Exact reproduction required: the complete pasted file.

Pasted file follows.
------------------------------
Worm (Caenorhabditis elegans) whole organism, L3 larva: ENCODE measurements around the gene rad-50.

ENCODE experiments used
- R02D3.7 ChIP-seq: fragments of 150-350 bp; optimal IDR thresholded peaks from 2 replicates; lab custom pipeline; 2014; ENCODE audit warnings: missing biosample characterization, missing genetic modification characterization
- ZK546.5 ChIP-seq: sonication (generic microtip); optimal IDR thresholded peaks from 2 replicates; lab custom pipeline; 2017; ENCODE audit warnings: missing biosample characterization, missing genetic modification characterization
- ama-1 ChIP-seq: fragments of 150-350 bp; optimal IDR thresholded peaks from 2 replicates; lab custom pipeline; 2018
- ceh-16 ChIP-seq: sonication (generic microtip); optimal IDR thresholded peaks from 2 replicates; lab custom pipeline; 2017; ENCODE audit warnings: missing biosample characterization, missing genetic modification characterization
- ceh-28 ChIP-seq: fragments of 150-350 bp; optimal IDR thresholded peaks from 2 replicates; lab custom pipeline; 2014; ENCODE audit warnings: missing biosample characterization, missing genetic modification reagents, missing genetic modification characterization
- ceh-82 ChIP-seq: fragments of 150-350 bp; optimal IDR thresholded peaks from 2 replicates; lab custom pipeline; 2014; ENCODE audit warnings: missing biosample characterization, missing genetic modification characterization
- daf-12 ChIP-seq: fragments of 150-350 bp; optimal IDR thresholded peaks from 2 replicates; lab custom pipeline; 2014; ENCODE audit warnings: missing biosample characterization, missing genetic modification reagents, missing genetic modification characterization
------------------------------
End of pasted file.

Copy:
Worm (Caenorhabditis elegans) whole organism, L3 larva: ENCODE measurements around the gene rad-50.

ENCODE experiments used
- R02D3.7 ChIP-seq: fragments of 150-350 bp; optimal IDR thresholded peaks from 2 replicates; lab custom pipeline; 2014; ENCODE audit warnings: missing biosample characterization, missing genetic modification characterization
- ZK546.5 ChIP-seq: sonication (generic microtip); optimal IDR thresholded peaks from 2 replicates; lab custom pipeline; 2017; ENCODE audit warnings: missing biosample characterization, missing genetic modification characterization
- ama-1 ChIP-seq: fragments of 150-350 bp; optimal IDR thresholded peaks from 2 replicates; lab custom pipeline; 2018
- ceh-16 ChIP-seq: sonication (generic microtip); optimal IDR thresholded peaks from 2 replicates; lab custom pipeline; 2017; ENCODE audit warnings: missing biosample characterization, missing genetic modification characterization
- ceh-28 ChIP-seq: fragments of 150-350 bp; optimal IDR thresholded peaks from 2 replicates; lab custom pipeline; 2014; ENCODE audit warnings: missing biosample characterization, missing genetic modification reagents, missing genetic modification characterization
- ceh-82 ChIP-seq: fragments of 150-350 bp; optimal IDR thresholded peaks from 2 replicates; lab custom pipeline; 2014; ENCODE audit warnings: missing biosample characterization, missing genetic modification characterization
- daf-12 ChIP-seq: fragments of 150-350 bp; optimal IDR thresholded peaks from 2 replicates; lab custom pipeline; 2014; ENCODE audit warnings: missing biosample characterization, missing genetic modification reagents, missing genetic modification characterization